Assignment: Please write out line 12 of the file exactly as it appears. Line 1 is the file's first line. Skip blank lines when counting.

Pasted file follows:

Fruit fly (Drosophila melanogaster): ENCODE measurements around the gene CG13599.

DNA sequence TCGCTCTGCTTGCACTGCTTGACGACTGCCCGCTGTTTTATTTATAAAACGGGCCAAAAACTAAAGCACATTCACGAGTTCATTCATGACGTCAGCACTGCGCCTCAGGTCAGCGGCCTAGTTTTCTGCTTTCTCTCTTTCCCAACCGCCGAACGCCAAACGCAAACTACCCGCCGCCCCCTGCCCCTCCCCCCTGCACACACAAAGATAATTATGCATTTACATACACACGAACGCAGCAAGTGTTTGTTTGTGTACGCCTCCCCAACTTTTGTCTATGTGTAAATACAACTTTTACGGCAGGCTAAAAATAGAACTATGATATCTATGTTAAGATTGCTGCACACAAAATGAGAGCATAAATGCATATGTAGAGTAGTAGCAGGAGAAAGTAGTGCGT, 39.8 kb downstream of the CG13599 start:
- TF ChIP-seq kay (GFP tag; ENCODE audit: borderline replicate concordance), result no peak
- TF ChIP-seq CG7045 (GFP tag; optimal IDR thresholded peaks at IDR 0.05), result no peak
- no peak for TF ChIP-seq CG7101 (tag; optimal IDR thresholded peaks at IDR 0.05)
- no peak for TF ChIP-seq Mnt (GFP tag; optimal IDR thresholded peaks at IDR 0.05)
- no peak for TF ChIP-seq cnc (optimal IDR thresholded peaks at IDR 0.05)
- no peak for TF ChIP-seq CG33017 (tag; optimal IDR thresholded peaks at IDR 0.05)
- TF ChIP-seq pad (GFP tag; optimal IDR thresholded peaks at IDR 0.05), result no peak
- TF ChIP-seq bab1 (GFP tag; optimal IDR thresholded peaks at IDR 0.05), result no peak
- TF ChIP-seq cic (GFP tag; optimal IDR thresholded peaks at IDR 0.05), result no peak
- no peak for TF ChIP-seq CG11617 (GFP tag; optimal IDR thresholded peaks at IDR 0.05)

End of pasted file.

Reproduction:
- no peak for TF ChIP-seq CG11617 (GFP tag; optimal IDR thresholded peaks at IDR 0.05)